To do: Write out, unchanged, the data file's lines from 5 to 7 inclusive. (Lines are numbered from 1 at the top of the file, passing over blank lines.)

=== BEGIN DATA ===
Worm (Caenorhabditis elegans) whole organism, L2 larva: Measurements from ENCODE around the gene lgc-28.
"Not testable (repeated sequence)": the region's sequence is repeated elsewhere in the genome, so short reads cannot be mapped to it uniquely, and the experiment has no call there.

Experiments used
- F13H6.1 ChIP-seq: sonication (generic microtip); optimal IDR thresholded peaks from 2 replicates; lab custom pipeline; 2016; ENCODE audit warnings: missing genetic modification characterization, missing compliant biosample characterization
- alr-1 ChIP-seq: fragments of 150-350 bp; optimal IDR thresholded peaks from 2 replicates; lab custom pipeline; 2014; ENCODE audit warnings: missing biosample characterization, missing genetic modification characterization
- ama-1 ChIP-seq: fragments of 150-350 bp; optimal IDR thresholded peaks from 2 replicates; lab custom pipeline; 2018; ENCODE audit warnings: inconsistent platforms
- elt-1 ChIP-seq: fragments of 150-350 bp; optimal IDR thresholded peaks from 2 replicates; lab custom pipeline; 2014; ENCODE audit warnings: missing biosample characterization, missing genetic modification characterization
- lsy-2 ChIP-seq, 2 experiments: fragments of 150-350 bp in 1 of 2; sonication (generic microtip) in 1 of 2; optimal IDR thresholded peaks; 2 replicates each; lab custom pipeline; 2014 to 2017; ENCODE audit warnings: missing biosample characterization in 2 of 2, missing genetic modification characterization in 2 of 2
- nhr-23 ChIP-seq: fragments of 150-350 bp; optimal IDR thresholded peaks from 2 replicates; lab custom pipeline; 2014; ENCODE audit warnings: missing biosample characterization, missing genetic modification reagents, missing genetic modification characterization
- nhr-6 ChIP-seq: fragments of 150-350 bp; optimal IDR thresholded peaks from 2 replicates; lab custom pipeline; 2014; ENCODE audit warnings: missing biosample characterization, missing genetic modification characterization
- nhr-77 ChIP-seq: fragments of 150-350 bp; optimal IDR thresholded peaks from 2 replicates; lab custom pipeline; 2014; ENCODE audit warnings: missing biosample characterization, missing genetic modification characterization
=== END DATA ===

- alr-1 ChIP-seq: fragments of 150-350 bp; optimal IDR thresholded peaks from 2 replicates; lab custom pipeline; 2014; ENCODE audit warnings: missing biosample characterization, missing genetic modification characterization
- ama-1 ChIP-seq: fragments of 150-350 bp; optimal IDR thresholded peaks from 2 replicates; lab custom pipeline; 2018; ENCODE audit warnings: inconsistent platforms
- elt-1 ChIP-seq: fragments of 150-350 bp; optimal IDR thresholded peaks from 2 replicates; lab custom pipeline; 2014; ENCODE audit warnings: missing biosample characterization, missing genetic modification characterization